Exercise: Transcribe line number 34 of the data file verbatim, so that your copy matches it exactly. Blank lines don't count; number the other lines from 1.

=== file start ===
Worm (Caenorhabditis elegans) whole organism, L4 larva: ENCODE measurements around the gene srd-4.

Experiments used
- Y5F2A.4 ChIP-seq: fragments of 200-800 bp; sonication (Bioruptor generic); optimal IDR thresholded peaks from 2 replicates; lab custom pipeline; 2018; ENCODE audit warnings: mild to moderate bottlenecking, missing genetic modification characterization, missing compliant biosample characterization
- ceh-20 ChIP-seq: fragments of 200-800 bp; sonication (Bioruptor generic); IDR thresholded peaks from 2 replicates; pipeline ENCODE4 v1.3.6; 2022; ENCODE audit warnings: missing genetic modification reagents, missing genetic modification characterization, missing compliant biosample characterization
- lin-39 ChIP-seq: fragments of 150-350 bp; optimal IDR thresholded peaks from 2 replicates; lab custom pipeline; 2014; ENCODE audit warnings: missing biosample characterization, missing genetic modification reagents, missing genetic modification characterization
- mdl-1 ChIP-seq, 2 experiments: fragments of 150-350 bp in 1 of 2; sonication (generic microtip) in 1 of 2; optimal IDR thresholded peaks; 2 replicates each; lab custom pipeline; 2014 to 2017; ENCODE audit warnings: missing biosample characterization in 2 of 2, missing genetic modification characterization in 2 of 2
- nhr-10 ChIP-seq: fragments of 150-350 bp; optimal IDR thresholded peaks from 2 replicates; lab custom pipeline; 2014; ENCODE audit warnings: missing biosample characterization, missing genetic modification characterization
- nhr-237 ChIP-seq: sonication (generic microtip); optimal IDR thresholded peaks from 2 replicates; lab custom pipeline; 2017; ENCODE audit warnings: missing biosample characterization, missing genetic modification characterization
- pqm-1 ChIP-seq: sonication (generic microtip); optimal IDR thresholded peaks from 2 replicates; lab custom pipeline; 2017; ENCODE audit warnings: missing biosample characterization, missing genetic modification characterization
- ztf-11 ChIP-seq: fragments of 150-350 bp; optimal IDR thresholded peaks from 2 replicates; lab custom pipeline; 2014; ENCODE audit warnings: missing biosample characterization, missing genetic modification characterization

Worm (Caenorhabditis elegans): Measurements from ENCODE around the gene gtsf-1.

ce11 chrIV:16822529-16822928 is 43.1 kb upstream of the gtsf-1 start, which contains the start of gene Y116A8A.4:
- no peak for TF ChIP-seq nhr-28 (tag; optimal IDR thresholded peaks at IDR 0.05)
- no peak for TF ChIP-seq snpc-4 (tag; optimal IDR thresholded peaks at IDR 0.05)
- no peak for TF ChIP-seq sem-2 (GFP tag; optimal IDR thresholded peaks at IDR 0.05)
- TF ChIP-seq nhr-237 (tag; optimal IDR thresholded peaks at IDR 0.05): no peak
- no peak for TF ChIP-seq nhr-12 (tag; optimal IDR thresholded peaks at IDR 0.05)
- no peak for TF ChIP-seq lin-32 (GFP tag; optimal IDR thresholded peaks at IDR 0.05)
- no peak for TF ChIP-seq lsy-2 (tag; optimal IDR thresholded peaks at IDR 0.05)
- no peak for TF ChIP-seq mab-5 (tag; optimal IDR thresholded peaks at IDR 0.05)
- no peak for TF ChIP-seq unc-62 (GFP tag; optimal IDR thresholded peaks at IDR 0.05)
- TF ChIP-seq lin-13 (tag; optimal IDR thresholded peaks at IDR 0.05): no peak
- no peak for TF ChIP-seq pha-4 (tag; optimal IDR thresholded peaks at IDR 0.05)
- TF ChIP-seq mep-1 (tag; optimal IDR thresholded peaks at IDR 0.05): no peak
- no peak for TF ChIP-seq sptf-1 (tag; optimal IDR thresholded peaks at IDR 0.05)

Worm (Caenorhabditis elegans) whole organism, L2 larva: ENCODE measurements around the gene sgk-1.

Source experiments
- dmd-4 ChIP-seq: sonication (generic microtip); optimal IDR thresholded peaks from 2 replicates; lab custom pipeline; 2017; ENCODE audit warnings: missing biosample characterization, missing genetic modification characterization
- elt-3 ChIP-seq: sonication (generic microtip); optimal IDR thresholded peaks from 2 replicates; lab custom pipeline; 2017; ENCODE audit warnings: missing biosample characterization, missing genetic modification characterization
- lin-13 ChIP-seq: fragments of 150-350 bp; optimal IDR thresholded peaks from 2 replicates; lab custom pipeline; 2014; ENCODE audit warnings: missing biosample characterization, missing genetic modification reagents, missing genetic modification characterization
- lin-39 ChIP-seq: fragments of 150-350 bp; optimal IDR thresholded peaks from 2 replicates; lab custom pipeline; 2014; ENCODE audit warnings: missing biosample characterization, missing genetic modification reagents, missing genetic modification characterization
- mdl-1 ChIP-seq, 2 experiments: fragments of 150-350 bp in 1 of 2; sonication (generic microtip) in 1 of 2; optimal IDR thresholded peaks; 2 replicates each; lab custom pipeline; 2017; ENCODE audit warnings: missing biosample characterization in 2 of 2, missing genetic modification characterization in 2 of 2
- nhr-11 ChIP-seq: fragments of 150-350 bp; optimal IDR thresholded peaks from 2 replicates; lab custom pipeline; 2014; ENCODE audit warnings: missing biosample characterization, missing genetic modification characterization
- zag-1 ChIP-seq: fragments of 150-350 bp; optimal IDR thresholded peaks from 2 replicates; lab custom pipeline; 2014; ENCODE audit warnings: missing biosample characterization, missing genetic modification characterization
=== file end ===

- zag-1 ChIP-seq: fragments of 150-350 bp; optimal IDR thresholded peaks from 2 replicates; lab custom pipeline; 2014; ENCODE audit warnings: missing biosample characterization, missing genetic modification characterization